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One Shining Moment For One Tough Kid 


by Jeff Jacobs, Hartford Courant

November 1, 2012


AVON — Robby Brisco doesn't know for sure what will happen next week or next month or next year. In the end, none of us do. The Avon senior did know this much late Thursday afternoon at Fisher Meadows. He was going to put all of his foot into that soccer ball.


So as the Avon players huddled before their 4-3 victory over Ellington — Brisco's head sticking above his Falcon teammates — the first rumblings began on the sidelines. As he lined up to kick off, the sound grew fuller along the sidelines. "Rob-by! Rob-by! Rob-by!" parents and fans chanted on Senior Day. Players clapped along rhythmically.


Avon coach Patrick Mulligan had been planning this moment for months. He had secured the OK from Ellington coach Roy Gurnon. The officials were aware of what was about to happen.


And with that, the 6-3 Brisco, despite his competitive instincts, put his right foot into that soccer ball and kicked it directly out of bounds. Fighting an aggressive and rare form of bone cancer, Brisco was immediately subbed out. It would be hyperbole to call it the greatest one-second athletic career in Connecticut high school history. It would be fact to call it among the most moving.


"It was pretty cool," said Brisco, who no longer is allowed to play contact sports.

"Robby wanted to do more," assistant coach David Zlatin said. "He was asking me, 'Can I be out there for a minute? How about the first five?' I said, 'Robby, I'd love to, but we just can't.' He deserves that kick. He has been at every practice. He has been at every game."


While Brisco's right leg did the busy work on this November day, the start of this story is in his left leg. A large piece of titanium stretches from high above his knee to inches below it. To call the result a knee replacement doesn't do it justice.

"It is," Brisco's dad Doug said, "a bionic leg."


At the end of last season, Robby was having persistent pain in his knee. The three Brisco brothers all played soccer at Avon. They know about getting beat up. Soccer? Running? Skiing? Snowboarding? Something caused the pain.


Robby eventually went to the doctor, had an X-ray, did some physical therapy. Only nothing worked.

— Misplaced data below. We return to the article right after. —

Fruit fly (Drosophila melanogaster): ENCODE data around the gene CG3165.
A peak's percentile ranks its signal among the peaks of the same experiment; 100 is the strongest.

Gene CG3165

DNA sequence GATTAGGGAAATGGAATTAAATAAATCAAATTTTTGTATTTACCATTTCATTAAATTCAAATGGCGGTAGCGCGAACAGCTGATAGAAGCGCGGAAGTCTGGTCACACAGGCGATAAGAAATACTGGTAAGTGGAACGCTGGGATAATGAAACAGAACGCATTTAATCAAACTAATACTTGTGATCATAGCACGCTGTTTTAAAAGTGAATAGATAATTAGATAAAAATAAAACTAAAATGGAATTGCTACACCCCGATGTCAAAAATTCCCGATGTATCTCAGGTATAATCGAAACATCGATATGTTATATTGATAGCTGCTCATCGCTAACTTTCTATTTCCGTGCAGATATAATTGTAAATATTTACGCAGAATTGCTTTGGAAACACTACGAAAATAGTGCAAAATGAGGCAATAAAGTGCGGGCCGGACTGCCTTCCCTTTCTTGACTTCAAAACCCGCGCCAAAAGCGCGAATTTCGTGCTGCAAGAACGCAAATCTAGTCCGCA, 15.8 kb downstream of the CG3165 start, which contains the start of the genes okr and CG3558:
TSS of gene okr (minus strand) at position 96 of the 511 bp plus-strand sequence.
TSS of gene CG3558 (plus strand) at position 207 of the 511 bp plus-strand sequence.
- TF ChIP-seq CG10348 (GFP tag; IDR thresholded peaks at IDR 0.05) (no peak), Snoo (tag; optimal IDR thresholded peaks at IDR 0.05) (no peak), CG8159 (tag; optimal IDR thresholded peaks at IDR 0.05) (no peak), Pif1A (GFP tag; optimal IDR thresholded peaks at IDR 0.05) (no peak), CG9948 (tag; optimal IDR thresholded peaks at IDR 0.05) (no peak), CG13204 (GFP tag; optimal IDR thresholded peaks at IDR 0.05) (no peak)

An MRI would reveal a tumor in his femur. In February, he was diagnosed with desmoplastic small-round-cell tumor. Further scanning, showed the cancer already had metastasized to his lungs.


Robby had surgery on his leg in May. The first round of chemo lasted eight rounds before it was deemed ineffective. Robby had surgery on his right lung in July.


"We felt so much for him," co-captain Jackson Davey said. "But Robby was always happy. He came occasionally to school last year, it made everyone else happy. He's just so positive. I've seen him in pain and he's smiling. He's an inspiration."


"Being negative doesn't change anything," Robby said. "Being positive makes everything better for everyone."


Doug said the chemo regimen was changed. He called it Plan B. "It's a different blend," Doug said. "This cancer is so uncommon that there's no one way of treatment."

Bald from the original chemo, Robby's hair has been growing back. He has gained 20 pounds. His body has responded. On crutches in the summer, he now can run at a full jog.


The chemo continues. He has to go in again Monday morning. Unlike the original chemo, when he went into the hospital for six days, he is able to do this as an outpatient.


"After all the surgeries, and since Rob has gotten his strength back, we're just following his lead," Brisco's mom Liz said. "He's the one who wanted to go back to school full time. So I went back to work full time. He's going for his driver's license. He's going to volunteer in a tutoring program. He wants go to Barcelona on the school trip in February. He's looking at joining the swim team. He's not going to let it stop him. He's going to keep fighting through it all."